As an Irish composer living in Hamburg and Italy, FRANK CORCORAN considers if niche cultures, whether indigenous folk music or avant-garde art music, can maintain their identity in the face of more powerful colonialist and capitalist forces.
Is cumadóir ceoil mé. I am an Irish composer. The pre-industrial, rural Ireland of my childhood in the fifties was, in a way, not unlike the small, agricultural Hungary of Bartók’s youth and maturity. Dublin and Budapest were, for all their artistic short-comings, vitally important cultural metropoles. (For Hungarian and Irish music-lovers they still are.) Small nations both, their surrounding neighbours often seemed culturally omnivorous, omnipotent, posing a real threat that the identity and self-respect of both little emerging states would be gobbled up by an all greedy neighbour.
Bartók ploughed the lonely furrow. Bartók said “NO!” to cultural tyranny. Bartók took his stance. Moral. Artistic. Not that he wanted to marry folk and art music; you can’t. But as a folk-collector and as a 20th-century composer, forging and finding his individual composer’s voice, he refused to let lazy indifference stifle musical diversity or musical courage. Courage – that’s it. He discovered the unknown,hidden jewels of folk-art. He composed his own mighty musical structures. Behind both of these, yes, heroic stances, was Bartók’s refusal to give in.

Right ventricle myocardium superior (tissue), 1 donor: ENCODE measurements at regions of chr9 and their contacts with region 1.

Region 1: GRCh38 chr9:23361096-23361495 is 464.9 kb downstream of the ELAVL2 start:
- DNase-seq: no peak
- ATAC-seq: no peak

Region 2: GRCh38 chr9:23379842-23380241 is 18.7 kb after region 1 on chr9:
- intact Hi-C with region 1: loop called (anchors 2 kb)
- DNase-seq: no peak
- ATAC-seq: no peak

My own little Ireland in my 20th century has gone a, in many ways, similar path. With very mixed results. My Irish language dies daily a thousand deaths. Ireland, too, had a Renaissance, an explosion of Irish traditional music which, however, by its very over-kill and over-exposure in the media, is endangered.
As a composer in Ireland, an Irish composer, I had to plough my lonely furrow. In my native Tipperary I had to overcome a still mightily hostile indifference to the oldest layers of Irish singing and instrumental art. In my own youthful struggle to compose and construct tonal structures at once private and public, the enemy number one was Dublin’s very clearly post-colonial dependence on a second-rate, hand-me-down, London-based music-pedagogy.
Even bits of Bartók were misused in our musical curricula, his work contextlessly, lovelessly paraded without any real understanding of where Bartók was coming from, but shamelessly paraded as ‘‘our’’ apologia for contemporary music, as ‘‘our’’ bulwark against, say, the horrors of the Second Viennese School. And my little Ireland, politically a ‘‘free’’ Republic, had not, in its early days of liberation psychologically and politically, succeeded in providing a climate of musical understanding and the respect for musical creativity necessary to have, in its critical years, an Irish Bartók, Bartók na hÉireann.
My Quasi Un Bassofor solo bass is my diptych for, as Bartók uses it, a mighty orchestra in a solo instrument. (I am thinking of those – now sadly ubiquitous but then so fresh, so shocking Bartók pizzicatos from his basses in the orchestral works like his Divertimentofor string orchestra, the extraordinarily long legato lines near the end of his Music For String Orchestra, Percussion and Celesta, the daring and brilliance of his orchestral imagination.) Mine are two fragmented pictures from my vanished Ireland.
Art music today faces the most viciously anti-art global market known to man. We have no place where wares are bartered. But YOU CANNOT BARTER BARTÓK! – Nor indeed any music of lasting value. It is questionable whether the folk musics of either Hungary or Ireland will survive the market’s kiss of death. It is doubly questionable whether Hungarian and Irish composers will survive our global village which today is swollen with the greatest ocean of sonic rubbish known to man. Have we composers a place to be heard? Where’s the silence from which music is born and heard?